Chinese Hackers Break Into US Federal Worker Database
by William Gallo, William Ide June 05, 2015
U.S authorities are investigating a massive cyber attack by alleged Chinese hackers on the federal agency responsible for collecting background information on, and issuing security clearances for millions of government employees.
The Office of Personnel Management (OPM) said Thursday as many as 4 million current and former federal employees may have been affected, in what is the most extensive breach of government personnel data in years.
Samuel Schumach, OPM press secretary, told VOA Friday the personnel agency became aware of an intrusion in April 2015.
Schumach said OPM alerted the Department of Homeland Security's Computer Emergency Readiness Team (US-CERT) "as quickly as possible' to assess the extent of the activity and to identify the records that may have been compromised.
'During the investigation, OPM became aware of potentially compromised data in May 2015,' he said, adding, "With any such event, it takes time to conduct a thorough investigation, and identify the affected individuals.'
Schumach noted the investigation is ongoing and could reveal additional exposure of federal workers.
"If that occurs, OPM will conduct additional notifications as necessary. Protecting the integrity of the information entrusted to the Office of Personnel Management is the agency's highest priority," he told VOA in an email.
Law enforcement officials said they believe China-based hackers, possibly with links to the Chinese government, were behind the attack.
China's Foreign Ministry spokesman Hong Lei called the accusations irresponsible and noted that such charges had been raised frequently in recent weeks. He also repeated China's complaint that it, too, is a victim of cyber attacks.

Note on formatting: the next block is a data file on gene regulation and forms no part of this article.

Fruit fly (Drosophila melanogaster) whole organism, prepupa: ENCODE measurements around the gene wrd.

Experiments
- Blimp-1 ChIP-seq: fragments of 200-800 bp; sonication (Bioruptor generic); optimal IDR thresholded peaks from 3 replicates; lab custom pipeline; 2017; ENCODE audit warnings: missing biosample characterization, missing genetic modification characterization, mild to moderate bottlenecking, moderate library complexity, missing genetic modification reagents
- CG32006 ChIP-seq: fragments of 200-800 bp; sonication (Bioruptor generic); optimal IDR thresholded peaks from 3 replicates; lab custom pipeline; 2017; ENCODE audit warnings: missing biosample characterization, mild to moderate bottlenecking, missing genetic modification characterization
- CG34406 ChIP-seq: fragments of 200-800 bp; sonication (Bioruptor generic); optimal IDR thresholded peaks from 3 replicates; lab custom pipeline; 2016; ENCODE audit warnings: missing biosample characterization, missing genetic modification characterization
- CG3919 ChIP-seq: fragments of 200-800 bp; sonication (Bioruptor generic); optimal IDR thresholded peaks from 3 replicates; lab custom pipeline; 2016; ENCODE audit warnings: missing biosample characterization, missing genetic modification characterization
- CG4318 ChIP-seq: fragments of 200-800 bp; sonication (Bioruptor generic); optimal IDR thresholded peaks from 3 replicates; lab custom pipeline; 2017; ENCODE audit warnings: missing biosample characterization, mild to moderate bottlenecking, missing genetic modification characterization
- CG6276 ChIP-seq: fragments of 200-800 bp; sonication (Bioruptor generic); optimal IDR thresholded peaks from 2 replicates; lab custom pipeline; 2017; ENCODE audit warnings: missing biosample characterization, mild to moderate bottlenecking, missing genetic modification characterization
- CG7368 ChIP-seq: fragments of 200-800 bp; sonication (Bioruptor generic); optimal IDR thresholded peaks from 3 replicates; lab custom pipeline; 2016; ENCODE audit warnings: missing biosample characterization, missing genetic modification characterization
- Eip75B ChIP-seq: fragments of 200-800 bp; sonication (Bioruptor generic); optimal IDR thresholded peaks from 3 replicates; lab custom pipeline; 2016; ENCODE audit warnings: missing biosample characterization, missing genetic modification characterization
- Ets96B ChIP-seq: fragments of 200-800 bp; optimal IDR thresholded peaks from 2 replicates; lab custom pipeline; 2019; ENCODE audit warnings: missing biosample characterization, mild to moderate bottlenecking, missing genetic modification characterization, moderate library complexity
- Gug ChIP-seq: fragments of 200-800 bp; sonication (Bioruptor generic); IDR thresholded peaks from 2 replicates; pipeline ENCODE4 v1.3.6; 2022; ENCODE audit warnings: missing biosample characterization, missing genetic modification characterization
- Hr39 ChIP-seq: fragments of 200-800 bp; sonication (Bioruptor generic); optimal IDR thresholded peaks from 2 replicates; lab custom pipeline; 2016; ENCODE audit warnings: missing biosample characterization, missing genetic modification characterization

'Cyber attacks are generally anonymous and conducted across borders and their origins are hard to trace,' Hong told reporters Friday at a regular briefing. 'Not to carry out a deep investigation and keep using words such as 'possible' is irresponsible and unscientific.'
Hong said that what is needed is more trust and cooperation, adding that Beijing was willing to work together with the international community to address the problem.
OPM a 'high value' target
As the human resources office of the U.S. federal government, OPM is seen as a high-value hacking target. Its computers store sensitive employee information such as social security numbers, payroll data, job descriptions, performance reviews and family information.
Schumach told VOA information taken in the data breach included personnel folder data, such as employee names, social security numbers, addresses and job assignments.
He added that, at this time, 'We have no evidence that there has been any use or attempted use of the information compromised in this incident.'
Such information could be of value either to criminals, who could sell the data for financial gain, or to state-sponsored hackers motivated by nationalistic concerns, said Rob Pritchard, a cyber security specialist at the Royal United Services Institute.
'Not only do they now know who works in which government department, they also know something about them so they start to craft really good phishing emails which will get them to click on a link or open an attachment,' he told VOA.
OPM, which said it detected the security breach in April before it took what it calls an 'aggressive effort' to implement tougher controls, said the Federal Bureau of Investigation and Department of Homeland Security are working to determine the full extent of the damage.